By Mark Fairlie

Founder of the UK consumer help website The Money Saving Expert, Martin Lewis, announced on Monday that he was issuing high court proceedings against Facebook for defamation. This high-profile lawsuit comes after more than fifty fake adverts featuring Mr Lewis were found to have been published in the last year.

The adverts in question have been used to scam people out of thousands of pounds, with the ads suggesting the various schemes were fully backed by Mr Lewis himself.

“Enough is enough,” says Lewis. “I’ve been fighting for over a year to stop Facebook letting scammers use my name and face to rip off vulnerable people – yet it continues.”

“I only pursued it because I thought it was recommended by Martin”

In response to this recent scandal, the website has recently released a guide to identifying fake adverts and notes comments from those who have previously been conned.

The article mentions one user that agreed to pay £9,500 for a new boiler after “seeing an alleged Martin-Lewis endorsed advert”.

Over the last year, the company’s founder has been plastered on advertising shared on Facebook for a number of “get rich quick” schemes, binary trading firms, PPI companies and various mortgage brokers – making consumers believe the company is supported by Lewis and the Money Saving Expert.

“I do not appear in adverts, full-stop – no company pays me to do an advert,” says Lewis. “I have made this clear to Facebook – any ad with me in it is fake.”

He went on to say that, as Facebook are the “facial recognition experts”, it is up to them to “be able to spot when they are being paid” for fake advertising.

On ITV’s This Morning, Lewis said that he simply “want[s] to protect people – that’s what I’ve spent my career doing. It sickens me that my name is being perverted in this way to scam people.”

Facebook coming under fire

Lewis stated in the Money Saving Expert blog that he plans to bring the defamation case against Facebook to court as the fake ads have both tarnished his reputation and caused many unwitting victims to lose large sums of money.

As Lewis is a high-profile campaigner, who has famously taken on large banks, utility companies and other firms on his ITV show, the case has attracted a great deal of public attention – leading many to believe he will win his case.

In response to the proposed lawsuit, Facebook issued a statement, saying:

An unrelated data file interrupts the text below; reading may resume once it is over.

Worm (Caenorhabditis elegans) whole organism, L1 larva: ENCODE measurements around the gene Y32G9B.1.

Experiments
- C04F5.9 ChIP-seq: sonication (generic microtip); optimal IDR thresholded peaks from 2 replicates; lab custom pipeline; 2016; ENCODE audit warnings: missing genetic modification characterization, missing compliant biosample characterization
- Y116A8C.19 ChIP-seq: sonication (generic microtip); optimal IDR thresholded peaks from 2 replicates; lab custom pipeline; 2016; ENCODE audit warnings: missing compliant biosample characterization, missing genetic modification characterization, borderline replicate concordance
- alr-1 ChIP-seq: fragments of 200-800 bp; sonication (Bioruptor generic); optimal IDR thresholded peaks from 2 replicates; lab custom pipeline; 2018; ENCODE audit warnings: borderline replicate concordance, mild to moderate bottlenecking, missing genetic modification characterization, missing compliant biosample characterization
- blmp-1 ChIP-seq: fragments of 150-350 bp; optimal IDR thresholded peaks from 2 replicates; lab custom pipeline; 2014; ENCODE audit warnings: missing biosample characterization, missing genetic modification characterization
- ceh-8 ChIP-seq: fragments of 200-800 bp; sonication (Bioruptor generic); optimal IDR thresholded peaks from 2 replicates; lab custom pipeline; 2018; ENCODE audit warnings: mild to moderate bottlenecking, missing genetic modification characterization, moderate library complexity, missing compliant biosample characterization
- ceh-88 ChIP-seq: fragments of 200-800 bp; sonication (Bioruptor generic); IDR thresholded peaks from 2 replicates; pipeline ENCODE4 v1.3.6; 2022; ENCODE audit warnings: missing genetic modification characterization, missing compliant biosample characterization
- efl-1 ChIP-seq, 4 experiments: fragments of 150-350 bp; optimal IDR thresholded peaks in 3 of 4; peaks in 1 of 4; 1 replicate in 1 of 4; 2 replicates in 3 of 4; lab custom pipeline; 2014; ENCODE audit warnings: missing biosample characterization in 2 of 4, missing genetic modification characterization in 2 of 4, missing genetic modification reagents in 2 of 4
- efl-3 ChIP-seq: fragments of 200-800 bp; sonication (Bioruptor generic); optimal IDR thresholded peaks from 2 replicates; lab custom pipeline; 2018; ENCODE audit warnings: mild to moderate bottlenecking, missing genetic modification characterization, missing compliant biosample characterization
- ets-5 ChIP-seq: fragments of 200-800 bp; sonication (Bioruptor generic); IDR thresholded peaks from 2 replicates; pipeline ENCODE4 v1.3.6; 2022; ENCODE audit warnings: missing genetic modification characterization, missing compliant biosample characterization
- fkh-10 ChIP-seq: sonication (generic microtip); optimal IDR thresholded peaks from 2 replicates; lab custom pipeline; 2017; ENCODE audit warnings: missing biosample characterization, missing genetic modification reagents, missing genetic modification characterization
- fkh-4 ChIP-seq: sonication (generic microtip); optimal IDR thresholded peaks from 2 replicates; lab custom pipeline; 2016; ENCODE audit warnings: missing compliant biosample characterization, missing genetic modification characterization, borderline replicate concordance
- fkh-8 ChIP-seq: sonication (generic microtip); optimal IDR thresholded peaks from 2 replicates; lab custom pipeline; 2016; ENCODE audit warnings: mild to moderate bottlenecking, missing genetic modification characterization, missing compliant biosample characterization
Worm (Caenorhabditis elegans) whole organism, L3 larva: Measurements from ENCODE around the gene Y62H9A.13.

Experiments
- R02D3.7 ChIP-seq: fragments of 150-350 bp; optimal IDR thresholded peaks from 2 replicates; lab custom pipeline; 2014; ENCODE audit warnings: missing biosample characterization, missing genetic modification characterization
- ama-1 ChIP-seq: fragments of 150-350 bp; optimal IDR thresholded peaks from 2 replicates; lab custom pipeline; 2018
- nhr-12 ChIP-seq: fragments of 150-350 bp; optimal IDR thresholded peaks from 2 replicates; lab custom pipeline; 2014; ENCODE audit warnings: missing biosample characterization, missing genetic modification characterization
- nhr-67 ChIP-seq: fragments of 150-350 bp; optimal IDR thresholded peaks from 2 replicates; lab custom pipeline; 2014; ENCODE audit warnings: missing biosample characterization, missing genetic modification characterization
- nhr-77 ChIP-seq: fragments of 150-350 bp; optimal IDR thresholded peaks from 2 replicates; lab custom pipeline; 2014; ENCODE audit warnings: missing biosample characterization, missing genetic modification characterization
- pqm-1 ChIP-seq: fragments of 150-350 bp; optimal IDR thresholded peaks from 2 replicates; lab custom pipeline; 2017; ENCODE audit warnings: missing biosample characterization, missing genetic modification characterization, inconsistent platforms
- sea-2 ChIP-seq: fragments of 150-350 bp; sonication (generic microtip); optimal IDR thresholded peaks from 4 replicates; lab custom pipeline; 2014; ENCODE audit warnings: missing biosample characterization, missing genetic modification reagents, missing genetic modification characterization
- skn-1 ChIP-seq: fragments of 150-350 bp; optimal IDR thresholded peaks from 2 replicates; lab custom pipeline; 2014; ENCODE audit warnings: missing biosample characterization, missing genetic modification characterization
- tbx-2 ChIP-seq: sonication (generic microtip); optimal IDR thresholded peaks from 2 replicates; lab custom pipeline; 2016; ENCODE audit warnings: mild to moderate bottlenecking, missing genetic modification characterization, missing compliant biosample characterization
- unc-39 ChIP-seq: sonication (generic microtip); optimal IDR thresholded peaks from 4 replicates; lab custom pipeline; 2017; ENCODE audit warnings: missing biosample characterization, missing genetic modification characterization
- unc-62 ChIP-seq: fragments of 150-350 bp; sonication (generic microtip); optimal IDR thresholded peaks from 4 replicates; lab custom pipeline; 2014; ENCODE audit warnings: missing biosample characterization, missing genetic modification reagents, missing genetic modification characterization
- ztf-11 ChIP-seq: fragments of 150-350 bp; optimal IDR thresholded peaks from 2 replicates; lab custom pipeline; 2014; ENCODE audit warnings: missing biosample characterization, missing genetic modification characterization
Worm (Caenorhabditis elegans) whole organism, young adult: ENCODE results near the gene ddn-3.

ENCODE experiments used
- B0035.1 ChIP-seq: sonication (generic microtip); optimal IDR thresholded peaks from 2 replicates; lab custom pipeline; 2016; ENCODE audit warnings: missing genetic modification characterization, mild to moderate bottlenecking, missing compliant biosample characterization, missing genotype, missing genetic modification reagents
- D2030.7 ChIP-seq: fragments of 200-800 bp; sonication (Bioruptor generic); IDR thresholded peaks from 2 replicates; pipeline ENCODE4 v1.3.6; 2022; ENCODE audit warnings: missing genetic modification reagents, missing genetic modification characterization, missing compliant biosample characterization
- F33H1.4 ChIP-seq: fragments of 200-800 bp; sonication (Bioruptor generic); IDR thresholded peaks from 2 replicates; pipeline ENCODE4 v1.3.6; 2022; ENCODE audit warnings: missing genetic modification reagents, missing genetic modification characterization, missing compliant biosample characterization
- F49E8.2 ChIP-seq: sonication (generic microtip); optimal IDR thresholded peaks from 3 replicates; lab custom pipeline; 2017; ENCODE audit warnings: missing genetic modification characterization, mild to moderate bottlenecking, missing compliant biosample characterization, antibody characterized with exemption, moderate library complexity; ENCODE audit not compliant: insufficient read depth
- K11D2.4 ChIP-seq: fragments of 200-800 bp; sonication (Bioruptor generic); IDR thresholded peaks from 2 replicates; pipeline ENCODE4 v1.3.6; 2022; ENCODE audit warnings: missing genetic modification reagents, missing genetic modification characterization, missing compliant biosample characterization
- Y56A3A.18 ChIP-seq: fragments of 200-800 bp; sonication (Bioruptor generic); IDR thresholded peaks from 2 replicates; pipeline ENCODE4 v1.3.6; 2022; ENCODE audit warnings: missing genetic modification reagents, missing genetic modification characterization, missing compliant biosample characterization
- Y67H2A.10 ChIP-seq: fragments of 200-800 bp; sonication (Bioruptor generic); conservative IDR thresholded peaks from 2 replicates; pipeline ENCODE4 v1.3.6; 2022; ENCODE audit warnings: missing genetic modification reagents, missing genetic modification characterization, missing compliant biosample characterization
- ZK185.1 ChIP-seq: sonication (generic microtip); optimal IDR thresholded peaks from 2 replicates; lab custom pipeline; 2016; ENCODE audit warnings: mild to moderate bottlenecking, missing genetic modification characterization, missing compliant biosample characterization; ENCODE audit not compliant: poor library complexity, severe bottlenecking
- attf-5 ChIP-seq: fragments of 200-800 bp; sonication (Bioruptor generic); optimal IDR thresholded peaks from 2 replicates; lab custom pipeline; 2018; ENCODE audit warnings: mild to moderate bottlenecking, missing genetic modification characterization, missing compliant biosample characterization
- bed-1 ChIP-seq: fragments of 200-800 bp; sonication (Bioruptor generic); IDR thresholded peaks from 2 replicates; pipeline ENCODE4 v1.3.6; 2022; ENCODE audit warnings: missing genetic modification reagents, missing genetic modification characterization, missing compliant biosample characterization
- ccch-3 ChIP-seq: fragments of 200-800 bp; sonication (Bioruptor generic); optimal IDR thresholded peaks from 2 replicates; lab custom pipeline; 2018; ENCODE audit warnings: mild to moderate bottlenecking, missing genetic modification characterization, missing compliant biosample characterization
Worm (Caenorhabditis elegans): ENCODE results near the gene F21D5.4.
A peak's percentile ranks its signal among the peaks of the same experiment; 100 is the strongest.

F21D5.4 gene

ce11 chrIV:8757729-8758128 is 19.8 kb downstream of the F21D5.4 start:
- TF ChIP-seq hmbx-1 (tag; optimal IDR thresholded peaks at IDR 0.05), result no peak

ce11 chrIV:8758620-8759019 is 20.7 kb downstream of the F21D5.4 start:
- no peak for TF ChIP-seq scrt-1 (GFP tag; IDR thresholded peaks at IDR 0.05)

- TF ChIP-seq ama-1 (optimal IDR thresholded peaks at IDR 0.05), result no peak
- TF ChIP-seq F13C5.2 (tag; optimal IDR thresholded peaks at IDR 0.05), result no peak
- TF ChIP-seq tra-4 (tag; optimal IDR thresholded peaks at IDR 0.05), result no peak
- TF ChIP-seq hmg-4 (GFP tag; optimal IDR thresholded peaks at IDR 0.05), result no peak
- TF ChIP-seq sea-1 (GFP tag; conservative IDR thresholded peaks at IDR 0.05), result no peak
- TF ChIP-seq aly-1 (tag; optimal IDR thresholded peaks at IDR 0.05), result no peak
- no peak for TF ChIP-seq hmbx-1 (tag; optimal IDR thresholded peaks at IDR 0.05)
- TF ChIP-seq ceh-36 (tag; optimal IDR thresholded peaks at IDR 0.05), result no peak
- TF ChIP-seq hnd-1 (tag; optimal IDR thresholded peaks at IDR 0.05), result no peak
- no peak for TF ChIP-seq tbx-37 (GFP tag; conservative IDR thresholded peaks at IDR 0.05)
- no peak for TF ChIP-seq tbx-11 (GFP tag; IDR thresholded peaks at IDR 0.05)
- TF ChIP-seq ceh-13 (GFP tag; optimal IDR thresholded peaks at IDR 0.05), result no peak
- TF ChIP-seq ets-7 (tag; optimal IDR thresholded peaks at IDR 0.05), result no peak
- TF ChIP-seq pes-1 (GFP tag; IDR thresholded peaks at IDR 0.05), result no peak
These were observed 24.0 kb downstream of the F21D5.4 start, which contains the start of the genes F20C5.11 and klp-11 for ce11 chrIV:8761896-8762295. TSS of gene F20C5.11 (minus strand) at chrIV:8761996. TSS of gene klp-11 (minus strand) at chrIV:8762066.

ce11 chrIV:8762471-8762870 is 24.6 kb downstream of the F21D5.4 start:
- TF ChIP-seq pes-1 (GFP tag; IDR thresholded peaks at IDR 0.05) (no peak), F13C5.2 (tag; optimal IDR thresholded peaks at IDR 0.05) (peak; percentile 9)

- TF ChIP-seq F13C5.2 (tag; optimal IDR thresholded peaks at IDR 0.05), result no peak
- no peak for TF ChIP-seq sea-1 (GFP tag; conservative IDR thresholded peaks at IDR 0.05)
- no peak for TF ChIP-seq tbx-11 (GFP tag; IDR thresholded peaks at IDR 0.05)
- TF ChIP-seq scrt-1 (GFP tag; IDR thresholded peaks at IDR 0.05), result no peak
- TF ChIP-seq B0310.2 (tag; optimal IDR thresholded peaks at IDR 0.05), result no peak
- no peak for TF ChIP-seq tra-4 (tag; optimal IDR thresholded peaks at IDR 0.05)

“We do not allow adverts which are misleading or false on Facebook and have explained to Martin Lewis that he should report any adverts that infringe his rights and they will be removed.

“We are in direct contact with his team, offering to help and promptly investigating their requests, and only last week confirmed that several adverts and accounts that violated our advertising policies had been taken down.”

Lewis added that Facebook’s response has been consistently ineffective and that legal action will help the company to “take responsibility” for the content that is published on their platform.

Conservative MP and leader of the Digital, Culture, Media and Sports Committee, Damian Collins, says Facebook should look into new ways to block fake promotions. “Martin Lewis’s case highlights yet another failure on the part of Facebook to protect its users.

“The fact that the face of a man who has dedicated himself to aiding consumers to spend their money wisely could be used to defraud those very same people is something that Facebook should be ashamed of,” he said.

What Lewis hopes to achieve

The online conversation around the lawsuit has been extremely popular with comments flying into Lewis’ Twitter account.

Lewis has said that he hopes the case will help consumers to recognise scam adverts, noting that he does not

“want a day in court.  If Facebook said now “we’ll change the systems so this never happens to you or anyone else again”, I’d drop the suit in a second.”

He also added that, should he win the case against Facebook, he plans on giving “every penny” to anti-scammer charities.